We always celebrate the best of music on a Friday, but this time we decided to flip the top 10 format on its head.
On Wednesday we asked you:
What is the worst release by a great band?
We left it open to singles, albums and even merch (we thought the crazy dildo set from Rammstein might make the list, but thankfully not).
The results remind us all how even the best musicians around can make fatal mistakes and release some truly awful music.
Thanks for all your nominations and votes. If you think other readers missed any worthy entrants out, or if you disagree and want to defend one of the acts, let us know in the comments.
10. Green Day "21st Century Breakdown" (2009)
It was always going to be hard for Green Day to top the success of its wildly popular "American Idiot". Critics poked fun at the directionless storyline but most fans just wished it sounded better.
9. Megadeath "Risk" (1999)
Lars Ulrich once said Dave Mustaine should take more risks with his music. The result was Dave taking a risk, and a bunch of fans decided it sucked and that he should play it safe next time. The same could apply to his press strategy.
8. Iron Maiden "Virtual XI" (1998)
The final album to be recorded with singer Blaze Bayley. Allmusic put it best: "On the surface, there's nothing terribly wrong with the record, as it delivers all the crunching riffs and demonic horror of their best records. The problem is that there's nothing memorable about the hooks, riffs, or songs, and there's little visceral energy to the music or production. As a result, it sounds lifeless to all but the most devoted fan."
7. Linkin Park "A Thousand Suns" (2010)
This multi-concept album about nuclear warfare. Some critics loved the album, with one outlet going as far as saying it was the equivalent of Radiohead's "Kid A" (Ha! Not a chance!) but others called it over-indulgent, melodramatic and full of recycled ideas. Classic Linkin Park then! Trololol.
6. Lou Reed "Metal Machine Music" (1975)
Lou Reed deserves praise for his early career. Those Velvet Underground tracks are rad, but this is something completely different. It's a bunch of buzzing, wild, machine-driven art, and there's something commendable about that approach, but ultimately music has to sound good for a lot of people to enjoy it. Whether it's worse than his collaboration with Metallica is debatable.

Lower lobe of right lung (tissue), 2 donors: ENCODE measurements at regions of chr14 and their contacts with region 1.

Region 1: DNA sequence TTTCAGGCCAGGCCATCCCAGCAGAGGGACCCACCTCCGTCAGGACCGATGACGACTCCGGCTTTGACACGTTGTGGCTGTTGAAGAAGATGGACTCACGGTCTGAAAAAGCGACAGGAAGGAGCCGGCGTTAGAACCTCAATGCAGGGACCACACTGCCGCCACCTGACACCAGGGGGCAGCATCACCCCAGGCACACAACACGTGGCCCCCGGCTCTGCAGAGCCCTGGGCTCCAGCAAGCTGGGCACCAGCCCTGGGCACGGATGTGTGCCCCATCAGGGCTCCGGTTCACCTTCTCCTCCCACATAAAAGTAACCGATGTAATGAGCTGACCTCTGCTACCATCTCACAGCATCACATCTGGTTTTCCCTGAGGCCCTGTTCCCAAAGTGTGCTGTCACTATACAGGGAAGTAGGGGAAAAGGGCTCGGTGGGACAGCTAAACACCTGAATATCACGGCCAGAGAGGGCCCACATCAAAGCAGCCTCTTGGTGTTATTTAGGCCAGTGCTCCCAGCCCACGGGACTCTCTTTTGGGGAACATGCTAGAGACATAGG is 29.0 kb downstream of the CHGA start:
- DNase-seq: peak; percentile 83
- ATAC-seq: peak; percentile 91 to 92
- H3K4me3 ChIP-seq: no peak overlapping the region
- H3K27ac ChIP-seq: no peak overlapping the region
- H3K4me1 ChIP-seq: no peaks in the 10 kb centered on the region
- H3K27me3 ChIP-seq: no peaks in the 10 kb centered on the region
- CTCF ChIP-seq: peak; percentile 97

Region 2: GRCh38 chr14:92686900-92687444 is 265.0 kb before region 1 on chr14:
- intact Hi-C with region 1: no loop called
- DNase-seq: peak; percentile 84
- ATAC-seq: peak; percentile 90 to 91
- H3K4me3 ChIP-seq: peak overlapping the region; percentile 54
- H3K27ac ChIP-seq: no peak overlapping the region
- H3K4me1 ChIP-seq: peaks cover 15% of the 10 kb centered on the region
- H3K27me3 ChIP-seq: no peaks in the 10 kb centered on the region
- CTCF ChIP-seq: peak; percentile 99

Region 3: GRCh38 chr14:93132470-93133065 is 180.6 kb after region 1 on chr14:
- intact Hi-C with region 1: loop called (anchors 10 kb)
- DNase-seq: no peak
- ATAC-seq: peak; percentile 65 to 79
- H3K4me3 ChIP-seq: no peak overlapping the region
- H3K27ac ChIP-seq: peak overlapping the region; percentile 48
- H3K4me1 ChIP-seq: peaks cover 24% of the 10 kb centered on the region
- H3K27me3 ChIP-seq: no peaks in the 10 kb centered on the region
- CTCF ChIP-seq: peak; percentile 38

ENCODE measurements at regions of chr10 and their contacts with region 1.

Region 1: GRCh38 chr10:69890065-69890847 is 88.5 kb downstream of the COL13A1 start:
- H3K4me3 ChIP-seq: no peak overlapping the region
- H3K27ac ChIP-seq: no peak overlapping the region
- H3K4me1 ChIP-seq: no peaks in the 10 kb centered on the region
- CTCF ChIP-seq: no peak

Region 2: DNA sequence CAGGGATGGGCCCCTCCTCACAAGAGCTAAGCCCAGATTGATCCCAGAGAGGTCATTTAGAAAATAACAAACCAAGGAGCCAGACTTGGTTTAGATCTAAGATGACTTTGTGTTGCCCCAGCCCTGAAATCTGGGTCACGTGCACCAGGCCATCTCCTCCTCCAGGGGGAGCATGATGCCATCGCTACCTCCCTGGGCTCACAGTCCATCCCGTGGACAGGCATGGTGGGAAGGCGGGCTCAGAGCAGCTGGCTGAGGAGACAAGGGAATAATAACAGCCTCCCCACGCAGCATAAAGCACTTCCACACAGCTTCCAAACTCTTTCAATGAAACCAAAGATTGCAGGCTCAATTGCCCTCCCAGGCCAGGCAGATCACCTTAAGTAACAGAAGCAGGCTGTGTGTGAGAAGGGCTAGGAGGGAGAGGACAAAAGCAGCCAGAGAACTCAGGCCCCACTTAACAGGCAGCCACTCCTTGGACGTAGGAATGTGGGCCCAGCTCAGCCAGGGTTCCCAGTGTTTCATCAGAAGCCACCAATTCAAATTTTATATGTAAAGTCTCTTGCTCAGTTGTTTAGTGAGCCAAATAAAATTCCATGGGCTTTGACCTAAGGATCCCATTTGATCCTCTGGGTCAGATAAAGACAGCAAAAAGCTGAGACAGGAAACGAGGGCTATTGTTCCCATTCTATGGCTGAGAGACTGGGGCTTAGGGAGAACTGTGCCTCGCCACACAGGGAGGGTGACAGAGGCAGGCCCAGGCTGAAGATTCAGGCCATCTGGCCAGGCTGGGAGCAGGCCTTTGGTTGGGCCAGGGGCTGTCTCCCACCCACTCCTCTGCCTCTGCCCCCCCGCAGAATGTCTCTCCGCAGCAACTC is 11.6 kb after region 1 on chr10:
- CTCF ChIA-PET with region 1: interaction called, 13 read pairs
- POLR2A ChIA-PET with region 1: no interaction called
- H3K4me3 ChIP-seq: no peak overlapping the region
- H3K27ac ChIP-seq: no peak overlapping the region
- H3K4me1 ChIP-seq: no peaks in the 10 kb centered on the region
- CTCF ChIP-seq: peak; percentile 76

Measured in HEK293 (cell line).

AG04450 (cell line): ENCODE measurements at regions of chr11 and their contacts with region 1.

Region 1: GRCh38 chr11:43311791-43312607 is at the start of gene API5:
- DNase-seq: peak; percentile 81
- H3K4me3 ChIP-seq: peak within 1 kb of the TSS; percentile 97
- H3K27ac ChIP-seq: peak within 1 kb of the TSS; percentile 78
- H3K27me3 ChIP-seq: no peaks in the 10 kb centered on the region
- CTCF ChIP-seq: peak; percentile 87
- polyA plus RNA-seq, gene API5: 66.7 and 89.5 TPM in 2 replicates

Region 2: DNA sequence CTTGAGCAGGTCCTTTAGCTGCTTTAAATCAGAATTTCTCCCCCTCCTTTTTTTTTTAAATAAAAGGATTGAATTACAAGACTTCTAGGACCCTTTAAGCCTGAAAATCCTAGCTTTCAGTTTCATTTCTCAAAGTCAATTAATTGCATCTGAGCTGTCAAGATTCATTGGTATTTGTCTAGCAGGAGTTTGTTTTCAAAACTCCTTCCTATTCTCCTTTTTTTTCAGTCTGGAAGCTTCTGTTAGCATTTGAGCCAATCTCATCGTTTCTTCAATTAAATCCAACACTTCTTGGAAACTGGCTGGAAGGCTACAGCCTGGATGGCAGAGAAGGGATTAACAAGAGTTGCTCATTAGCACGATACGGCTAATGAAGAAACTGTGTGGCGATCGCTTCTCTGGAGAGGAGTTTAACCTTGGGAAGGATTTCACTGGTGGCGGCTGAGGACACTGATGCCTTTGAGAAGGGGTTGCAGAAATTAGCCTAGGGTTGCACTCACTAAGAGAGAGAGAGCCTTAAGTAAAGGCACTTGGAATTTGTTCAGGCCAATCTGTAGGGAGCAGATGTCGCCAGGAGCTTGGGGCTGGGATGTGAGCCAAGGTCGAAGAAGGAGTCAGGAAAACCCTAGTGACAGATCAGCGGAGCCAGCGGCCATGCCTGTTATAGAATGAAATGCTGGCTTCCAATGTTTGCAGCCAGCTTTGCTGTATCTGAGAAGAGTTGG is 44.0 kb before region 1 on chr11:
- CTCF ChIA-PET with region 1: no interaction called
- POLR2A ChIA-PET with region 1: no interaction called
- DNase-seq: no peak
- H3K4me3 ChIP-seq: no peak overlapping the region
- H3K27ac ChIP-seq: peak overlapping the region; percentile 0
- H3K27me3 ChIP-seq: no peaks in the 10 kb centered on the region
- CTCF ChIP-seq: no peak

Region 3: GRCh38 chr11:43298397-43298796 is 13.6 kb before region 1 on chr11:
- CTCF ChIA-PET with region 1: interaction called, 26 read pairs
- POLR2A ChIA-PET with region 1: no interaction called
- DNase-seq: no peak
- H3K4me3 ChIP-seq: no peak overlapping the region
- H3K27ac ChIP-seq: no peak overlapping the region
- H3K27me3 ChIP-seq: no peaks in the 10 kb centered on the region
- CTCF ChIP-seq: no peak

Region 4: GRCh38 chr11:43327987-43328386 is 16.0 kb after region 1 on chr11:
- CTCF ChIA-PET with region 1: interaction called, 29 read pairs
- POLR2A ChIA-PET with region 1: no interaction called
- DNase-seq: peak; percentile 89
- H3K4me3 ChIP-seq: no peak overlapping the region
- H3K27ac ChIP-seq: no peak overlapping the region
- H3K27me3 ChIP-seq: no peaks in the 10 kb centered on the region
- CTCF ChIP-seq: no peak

5. Guns N' Roses "Chinese Democracy" (2008)
You'd expect the most expensive album ever produced to sound better than this. $13 million dollars and 14 years of production, and it still disappointed everyone. What do you expect when you indulge someone like Axl Rose for that long?
4. Chris Cornell "Scream" (2009)
Chris proved his worth as a vocalist with Soundgarden, but his pop collaboration with Timbaland was totally uncalled for. Some people liked it, but they probably weren't rock fans. Like Billboard said: "Sometimes it's good bizarre, other times it's bad bizarre."
3. Spinal Tap "Shark Sandwich" (1980)
"Sh-t sandwich," said one review. Alright, so it's a fake album by a fake band, but the reviews speak for themselves. Watch the classic Spinal Tap clip here to find out why this is their worst release.
2. Metallica & Lou Reed "Lulu" (2011)
We still can't get over how bad this was. You know, before that first sample came out, we at UG thought it could turn out to be something special. That was until the first demo came out with James Hetfield shouting something about being a table, and Lou Reed sound fifty times worse than even the harshest critic imagined. This should have been number one.
1. Aldous Snow "African Child" (2009)
Another fictional entry. Does this even count? Was Aldous Snow any good before his ill-fated release of "African Child"? Meh. It's funny, and your winner. Enjoy.
That's the end of our roundup of the worst releases by great bands. Did we miss anything? Who would you give a special mention for letting down their fans? Let us know in the comments.